By MARY SELL, Alabama Daily News
Sen. Arthur Orr, R-Decatur, is proposing limits on how law enforcement agencies can use artificial intelligence and facial recognition to make arrests.
A draft bill from Orr, which he plans to file in the legislative session that starts Feb. 2, says “a state or local law enforcement agency may not use the results of artificial intelligence or a facial recognition service as the sole basis to establish probable cause in a criminal investigation or to make an arrest.” The results of a facial recognition service may be used only in conjunction with other information and evidence lawfully obtained by a law enforcement officer to establish probable cause in a criminal investigation or to make an arrest.
Orr said his bill is not based on a particular issue or incident in Alabama, but reports nationally that artificial intelligence misidentifies racial minorities at a higher rate than it does white people and the arrest of the wrong man based on AI.
A federal report late last year said Asians and African Americans were up to 100 times more likely to be misidentified than white men by facial-recognition systems, depending on the particular algorithm and type of search. Native Americans had the highest false-positive rate of all ethnicities, according to the study, which found that systems varied widely in their accuracy.
“The idea that somebody would be misidentified by a computer based on the color of their skin and the computer’s inability to adequately discern who that person is, it just doesn’t sit well,” Orr told Alabama Daily News.
Even if later found innocent, having an arrest on their record can seriously and negatively impact an individual, Orr said. He said his bill requires more than an AI identification to arrest someone.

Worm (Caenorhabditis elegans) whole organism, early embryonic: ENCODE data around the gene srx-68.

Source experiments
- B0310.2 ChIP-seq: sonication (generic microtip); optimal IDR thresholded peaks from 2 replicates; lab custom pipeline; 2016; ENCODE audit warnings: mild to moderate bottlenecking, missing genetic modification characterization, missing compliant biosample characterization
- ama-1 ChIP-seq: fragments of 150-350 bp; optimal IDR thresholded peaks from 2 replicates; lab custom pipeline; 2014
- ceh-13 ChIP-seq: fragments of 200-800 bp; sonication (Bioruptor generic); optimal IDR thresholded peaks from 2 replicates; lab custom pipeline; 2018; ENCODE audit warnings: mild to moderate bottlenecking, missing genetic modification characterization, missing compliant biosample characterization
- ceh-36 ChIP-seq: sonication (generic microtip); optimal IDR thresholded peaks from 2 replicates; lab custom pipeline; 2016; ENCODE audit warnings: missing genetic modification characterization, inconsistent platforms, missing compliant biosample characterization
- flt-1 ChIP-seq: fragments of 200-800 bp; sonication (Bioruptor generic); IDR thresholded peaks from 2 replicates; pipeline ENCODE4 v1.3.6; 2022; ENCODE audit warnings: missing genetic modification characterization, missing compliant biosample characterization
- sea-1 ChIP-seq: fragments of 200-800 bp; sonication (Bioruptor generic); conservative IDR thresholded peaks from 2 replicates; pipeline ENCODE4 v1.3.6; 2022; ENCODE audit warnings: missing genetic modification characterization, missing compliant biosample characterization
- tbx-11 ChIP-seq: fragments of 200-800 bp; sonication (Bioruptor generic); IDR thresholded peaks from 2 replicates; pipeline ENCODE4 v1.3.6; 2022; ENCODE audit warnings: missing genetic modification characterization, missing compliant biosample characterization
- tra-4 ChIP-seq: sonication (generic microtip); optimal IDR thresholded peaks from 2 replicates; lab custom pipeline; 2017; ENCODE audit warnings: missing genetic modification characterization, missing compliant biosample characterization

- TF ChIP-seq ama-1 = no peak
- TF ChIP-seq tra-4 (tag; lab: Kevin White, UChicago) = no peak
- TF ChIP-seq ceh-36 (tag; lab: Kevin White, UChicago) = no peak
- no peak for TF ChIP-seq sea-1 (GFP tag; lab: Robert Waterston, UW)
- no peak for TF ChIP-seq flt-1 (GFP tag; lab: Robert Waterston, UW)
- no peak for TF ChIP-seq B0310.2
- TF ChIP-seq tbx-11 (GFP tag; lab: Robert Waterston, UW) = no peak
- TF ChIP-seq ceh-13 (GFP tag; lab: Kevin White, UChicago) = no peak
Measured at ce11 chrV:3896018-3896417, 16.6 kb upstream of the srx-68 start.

“You’ve got to have more than that,” Orr said. “…You can’t use it as the definitive source for probable cause to go arrest somebody and then they’ve got a record.”
Orr’s bill would also prohibit state or local law enforcement agencies from using artificial intelligence or a facial recognition service to engage in ongoing surveillance except for in certain circumstances.
According to a statement from the Alabama Law Enforcement Agency, its policy is that results of a facial recognition service may not be used alone but only in conjunction with other information and evidence lawfully obtained by a law enforcement officer to establish probable cause in a criminal investigation or to make an arrest.
Washington state earlier this year became the first state to curb law enforcement’s use of facial recognition technology, Reuters reported.
The governor of Massachusetts recently vetoed a blanket ban on the use of facial recognition by law enforcement and some advocate for its legitimate use by law enforcement.
Washington’s law requires government agencies to obtain a warrant to run facial recognition scans, except in case of emergency. The software used must have a way to be independently tested for “accuracy and unfair performance differences” across skin tone, gender, age and other characteristics, according to the legislation, which applies to all public agencies in the state, the news agency reported.
Lawmakers in Hawaii and New York have proposed bills prohibiting arrests made only on artificial intelligence data, but they did not pass.
In 2019, Sen. Jabo Waggoner, R-Vestavia Hills, sponsored a resolution to create the Alabama Commission on Artificial Intelligence and Associated Technologies. Waggoner said he was especially interested in preparing Alabama’s students for careers in the emerging technology.
Waggoner on Wednesday said the commission met several times last year and included educators and representatives from the health care industry.
“There was a huge amount of interest,” he said.
Waggoner said he will likely bring a bill in the 2021 session to create a permanent council on artificial intelligence to study its implications on the state and its industries.